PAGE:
A gas sensor array, consisting of seven Metal Oxide Semiconductor (MOS) sensors that are sensitive to a wide range of organic volatile compounds was developed to detect rotten onions during storage. These MOS sensors were enclosed in a specially designed Teflon chamber equipped with a gas delivery system to pump volatiles from the onion samples into the chamber. The electronic circuit mainly comprised a microcontroller, non-volatile memory chip, and trickle-charge real time clock chip, serial communication chip, and parallel LCD panel.
User preferences are communicated with the on-board microcontroller through a graphical user interface developed using LabVIEW. The developed gas sensor array was characterized and the discrimination potential was tested by exposing it to three different concentrations of acetone (ketone), acetonitrile (nitrile), ethyl acetate (ester), and ethanol (alcohol). The gas sensor array could differentiate the four chemicals of same concentrations and different concentrations within the chemical with significant difference.
Experiment results also showed that the system was able to discriminate two concentrations (196 and 1964 ppm) of methlypropyl sulfide and two concentrations (145 and 1452 ppm) of 2-nonanone, two key volatile compounds emitted by rotten onions. As a proof of concept, the gas sensor array was able to achieve 89% correct classification of sour skin infected onions. The customized low-cost gas sensor array could be a useful tool to detect onion post harvest diseases in storage.
OVERVIEW OF THE SENSING SYSTEM
The gas sensor array system was designed to specifically detect volatile profiles of the odor released by onions. The system consisted of mechanical, electronic and software program components. The mechanical component had a gas delivery system to transport the volatiles from the headspace of the sample to the MOS sensors mounted inside a chamber. The electronic component included a circuit board with microcontroller (MCU), memory chip, time keeping chip, and other peripheral devices. Software programs were developed to control the MCU and to interface with the computer.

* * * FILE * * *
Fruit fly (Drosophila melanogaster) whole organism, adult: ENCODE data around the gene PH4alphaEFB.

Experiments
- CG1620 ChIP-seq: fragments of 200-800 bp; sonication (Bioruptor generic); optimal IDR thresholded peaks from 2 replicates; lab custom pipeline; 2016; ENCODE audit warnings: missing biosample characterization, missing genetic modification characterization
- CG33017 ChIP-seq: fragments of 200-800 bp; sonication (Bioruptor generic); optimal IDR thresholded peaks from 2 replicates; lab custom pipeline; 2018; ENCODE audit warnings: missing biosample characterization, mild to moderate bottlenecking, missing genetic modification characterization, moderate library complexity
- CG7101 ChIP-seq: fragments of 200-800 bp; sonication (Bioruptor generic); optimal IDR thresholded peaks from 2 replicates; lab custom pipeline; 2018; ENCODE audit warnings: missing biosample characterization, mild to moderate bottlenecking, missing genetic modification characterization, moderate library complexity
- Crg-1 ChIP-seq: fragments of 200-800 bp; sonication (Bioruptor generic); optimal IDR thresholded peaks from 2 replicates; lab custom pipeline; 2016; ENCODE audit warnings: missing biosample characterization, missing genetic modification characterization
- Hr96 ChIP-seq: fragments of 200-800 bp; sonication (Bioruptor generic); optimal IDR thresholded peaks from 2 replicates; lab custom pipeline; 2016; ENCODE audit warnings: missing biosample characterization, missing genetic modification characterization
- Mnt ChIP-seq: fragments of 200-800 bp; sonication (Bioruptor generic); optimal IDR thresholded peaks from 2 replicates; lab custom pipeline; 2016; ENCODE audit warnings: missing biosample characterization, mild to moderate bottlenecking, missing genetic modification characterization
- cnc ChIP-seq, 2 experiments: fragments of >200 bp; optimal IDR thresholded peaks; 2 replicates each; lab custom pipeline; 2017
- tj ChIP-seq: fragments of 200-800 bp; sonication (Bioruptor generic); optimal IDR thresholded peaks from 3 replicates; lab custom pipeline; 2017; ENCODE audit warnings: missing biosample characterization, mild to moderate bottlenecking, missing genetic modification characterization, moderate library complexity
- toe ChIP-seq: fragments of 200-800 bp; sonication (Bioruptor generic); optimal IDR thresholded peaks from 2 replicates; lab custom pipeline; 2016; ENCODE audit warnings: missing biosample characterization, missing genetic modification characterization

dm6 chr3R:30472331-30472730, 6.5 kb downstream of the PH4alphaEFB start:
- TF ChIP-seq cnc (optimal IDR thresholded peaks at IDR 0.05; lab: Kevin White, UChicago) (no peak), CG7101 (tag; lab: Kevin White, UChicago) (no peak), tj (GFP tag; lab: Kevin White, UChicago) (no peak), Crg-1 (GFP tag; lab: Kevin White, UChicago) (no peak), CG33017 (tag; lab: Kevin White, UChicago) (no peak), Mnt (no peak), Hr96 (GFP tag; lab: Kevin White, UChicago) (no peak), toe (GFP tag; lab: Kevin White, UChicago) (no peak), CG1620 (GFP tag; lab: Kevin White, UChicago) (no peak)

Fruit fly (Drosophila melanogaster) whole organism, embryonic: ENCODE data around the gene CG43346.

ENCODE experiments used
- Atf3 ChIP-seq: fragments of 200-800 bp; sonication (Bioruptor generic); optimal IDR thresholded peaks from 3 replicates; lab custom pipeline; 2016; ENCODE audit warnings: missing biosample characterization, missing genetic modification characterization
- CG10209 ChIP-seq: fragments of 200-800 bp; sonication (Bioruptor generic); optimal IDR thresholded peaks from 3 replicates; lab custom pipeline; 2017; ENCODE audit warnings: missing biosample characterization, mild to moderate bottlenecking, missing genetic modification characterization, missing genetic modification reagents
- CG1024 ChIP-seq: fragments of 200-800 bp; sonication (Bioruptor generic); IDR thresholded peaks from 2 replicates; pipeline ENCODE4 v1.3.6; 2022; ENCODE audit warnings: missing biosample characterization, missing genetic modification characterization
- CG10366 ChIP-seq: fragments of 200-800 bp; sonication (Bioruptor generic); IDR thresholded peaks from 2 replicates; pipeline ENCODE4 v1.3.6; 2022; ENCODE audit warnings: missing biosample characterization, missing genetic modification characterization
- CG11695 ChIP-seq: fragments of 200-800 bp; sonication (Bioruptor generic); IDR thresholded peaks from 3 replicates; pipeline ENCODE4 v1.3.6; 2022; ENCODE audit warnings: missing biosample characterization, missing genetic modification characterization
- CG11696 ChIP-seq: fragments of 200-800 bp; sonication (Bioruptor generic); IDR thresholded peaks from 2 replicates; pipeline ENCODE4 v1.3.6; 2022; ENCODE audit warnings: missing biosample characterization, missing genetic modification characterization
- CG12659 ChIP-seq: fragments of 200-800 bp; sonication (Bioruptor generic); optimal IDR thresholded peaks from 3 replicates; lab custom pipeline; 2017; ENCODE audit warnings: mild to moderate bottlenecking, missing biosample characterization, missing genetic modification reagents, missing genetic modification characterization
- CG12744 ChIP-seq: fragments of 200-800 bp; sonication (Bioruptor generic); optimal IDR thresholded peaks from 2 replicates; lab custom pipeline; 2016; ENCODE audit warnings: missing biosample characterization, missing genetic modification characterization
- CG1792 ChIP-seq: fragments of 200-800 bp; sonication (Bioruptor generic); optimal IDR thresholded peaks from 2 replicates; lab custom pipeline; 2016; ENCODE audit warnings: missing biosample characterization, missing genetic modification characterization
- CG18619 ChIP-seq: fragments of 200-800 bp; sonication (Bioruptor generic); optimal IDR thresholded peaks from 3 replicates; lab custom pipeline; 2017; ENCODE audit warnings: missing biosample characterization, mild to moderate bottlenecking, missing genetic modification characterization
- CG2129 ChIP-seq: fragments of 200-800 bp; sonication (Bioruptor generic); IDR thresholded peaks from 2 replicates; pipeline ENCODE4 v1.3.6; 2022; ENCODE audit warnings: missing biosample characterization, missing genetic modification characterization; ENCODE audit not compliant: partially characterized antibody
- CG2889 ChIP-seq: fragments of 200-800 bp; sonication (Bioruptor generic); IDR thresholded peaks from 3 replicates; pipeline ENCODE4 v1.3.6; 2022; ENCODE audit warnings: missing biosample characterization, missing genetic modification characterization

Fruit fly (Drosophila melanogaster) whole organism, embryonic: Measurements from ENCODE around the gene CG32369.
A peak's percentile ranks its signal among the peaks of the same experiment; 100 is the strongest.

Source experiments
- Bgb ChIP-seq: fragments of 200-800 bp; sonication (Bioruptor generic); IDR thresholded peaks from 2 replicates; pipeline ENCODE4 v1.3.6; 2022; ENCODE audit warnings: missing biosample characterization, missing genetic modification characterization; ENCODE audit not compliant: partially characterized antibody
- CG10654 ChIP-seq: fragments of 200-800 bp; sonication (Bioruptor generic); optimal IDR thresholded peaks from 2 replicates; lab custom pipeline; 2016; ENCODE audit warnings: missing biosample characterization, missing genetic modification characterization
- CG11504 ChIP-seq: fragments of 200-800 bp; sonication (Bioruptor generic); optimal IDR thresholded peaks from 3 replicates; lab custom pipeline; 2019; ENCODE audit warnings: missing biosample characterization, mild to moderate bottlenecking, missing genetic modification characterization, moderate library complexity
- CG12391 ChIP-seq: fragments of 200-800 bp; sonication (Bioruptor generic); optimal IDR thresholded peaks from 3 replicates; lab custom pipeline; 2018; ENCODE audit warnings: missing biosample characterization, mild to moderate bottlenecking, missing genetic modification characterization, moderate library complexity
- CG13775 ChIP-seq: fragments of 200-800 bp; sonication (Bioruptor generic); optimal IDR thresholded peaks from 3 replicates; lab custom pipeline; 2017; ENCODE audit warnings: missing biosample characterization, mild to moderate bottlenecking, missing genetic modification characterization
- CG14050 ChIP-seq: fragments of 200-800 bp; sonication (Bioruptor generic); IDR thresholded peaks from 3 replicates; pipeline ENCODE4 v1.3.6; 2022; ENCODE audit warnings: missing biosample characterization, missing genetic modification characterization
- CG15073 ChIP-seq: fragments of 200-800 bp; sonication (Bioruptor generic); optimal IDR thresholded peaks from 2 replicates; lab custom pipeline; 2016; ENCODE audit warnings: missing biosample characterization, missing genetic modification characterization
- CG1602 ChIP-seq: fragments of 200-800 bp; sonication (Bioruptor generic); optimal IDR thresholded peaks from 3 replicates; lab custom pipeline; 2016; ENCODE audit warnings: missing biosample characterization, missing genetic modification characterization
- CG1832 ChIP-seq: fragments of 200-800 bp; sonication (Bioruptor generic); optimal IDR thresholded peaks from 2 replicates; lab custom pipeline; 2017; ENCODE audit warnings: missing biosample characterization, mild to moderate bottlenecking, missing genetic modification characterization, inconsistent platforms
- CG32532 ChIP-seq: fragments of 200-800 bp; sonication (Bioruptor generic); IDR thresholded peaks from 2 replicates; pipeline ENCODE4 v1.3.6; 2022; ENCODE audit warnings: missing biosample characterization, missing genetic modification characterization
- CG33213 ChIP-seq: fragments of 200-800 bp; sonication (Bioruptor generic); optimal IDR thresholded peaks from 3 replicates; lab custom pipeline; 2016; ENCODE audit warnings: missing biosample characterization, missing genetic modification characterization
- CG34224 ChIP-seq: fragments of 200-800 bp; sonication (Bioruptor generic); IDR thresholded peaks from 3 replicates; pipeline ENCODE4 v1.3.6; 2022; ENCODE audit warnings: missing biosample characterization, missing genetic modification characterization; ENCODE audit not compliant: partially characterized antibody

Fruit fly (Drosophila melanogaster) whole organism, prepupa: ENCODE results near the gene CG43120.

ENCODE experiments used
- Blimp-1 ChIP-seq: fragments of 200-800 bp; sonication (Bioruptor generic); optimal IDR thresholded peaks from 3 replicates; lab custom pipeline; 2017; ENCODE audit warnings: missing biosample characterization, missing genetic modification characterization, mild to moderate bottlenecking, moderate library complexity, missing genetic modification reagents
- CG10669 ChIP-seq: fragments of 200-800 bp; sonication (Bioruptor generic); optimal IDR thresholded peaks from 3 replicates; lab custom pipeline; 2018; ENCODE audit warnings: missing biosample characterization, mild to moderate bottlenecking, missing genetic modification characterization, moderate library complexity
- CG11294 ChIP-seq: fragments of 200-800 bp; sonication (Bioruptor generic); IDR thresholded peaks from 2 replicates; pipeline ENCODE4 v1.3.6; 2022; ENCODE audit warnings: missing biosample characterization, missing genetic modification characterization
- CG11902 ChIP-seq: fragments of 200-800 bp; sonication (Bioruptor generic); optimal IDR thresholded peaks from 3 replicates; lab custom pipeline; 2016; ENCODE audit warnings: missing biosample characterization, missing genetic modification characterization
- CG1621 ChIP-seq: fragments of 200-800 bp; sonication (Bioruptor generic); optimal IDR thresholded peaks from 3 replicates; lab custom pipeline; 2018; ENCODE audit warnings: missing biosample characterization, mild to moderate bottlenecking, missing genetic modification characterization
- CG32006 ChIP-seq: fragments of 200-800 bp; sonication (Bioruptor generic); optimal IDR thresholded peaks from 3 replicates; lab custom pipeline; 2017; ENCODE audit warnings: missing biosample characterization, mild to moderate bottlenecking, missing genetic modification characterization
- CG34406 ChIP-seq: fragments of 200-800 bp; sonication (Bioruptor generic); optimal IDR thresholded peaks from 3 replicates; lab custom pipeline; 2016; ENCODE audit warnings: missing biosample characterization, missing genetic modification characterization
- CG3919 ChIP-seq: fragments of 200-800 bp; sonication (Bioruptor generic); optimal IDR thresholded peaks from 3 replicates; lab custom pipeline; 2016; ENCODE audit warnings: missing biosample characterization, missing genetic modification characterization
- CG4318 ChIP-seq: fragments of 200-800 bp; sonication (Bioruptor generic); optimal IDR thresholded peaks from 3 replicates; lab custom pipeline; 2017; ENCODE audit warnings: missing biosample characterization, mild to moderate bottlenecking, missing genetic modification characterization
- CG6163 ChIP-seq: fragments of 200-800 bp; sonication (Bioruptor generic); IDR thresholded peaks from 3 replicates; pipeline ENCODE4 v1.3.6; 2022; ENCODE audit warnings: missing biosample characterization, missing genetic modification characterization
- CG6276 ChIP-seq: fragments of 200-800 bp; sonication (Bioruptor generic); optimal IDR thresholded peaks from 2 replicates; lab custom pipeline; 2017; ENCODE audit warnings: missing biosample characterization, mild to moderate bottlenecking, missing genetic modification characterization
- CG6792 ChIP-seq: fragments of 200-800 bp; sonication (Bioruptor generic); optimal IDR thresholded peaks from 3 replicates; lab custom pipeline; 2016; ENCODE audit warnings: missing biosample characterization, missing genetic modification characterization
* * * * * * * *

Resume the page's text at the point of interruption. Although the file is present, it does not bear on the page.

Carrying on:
A square-shaped Teflon block was cut into three 132 × 132 × 19.8 mm sections placed on top of each other after customizing the middle and lower block. Holes (sockets) were bored into the lower block to mount the MOS sensors. Each socket varied in size and shape based on the size of the individual MOS sensor. In the middle block, a circular hole of diameter 112 mm was cut through the block to provide a head space for the sensors. The arrangement of the three blocks is shown in Figure 1. Any change in MOS sensor size or shape could be easily addressed by replacing the lower block with a suitable design.
A typical sampling process consists of three sequences: Baseline purging, sampling, and purging. “Baseline purging” involved injecting clean filtered air into the chamber preparing the device for the sampling phase. “Sampling phase” involved injecting sample odor into the chamber and the purging phase involved removing the sample odor from the chamber by purging with clean filtered air. This step always followed sampling phase.
The entire circuit required three different power supplies. The major portion of the circuit was designed to operate with a power supply of 5 V. The valve and the pump required a voltage supply of 12 V and an external coin battery (3 V) was provided to the DS1302 facilitating the chip to function constantly even when the device was switched off. This eliminated the need for updating the time of the micro-controller every time when the device was switched “on”. The pin connections for the above described components are shown in Figure 4. A top view of the prototype circuit board designed for the gas sensing device is shown in Figure 5.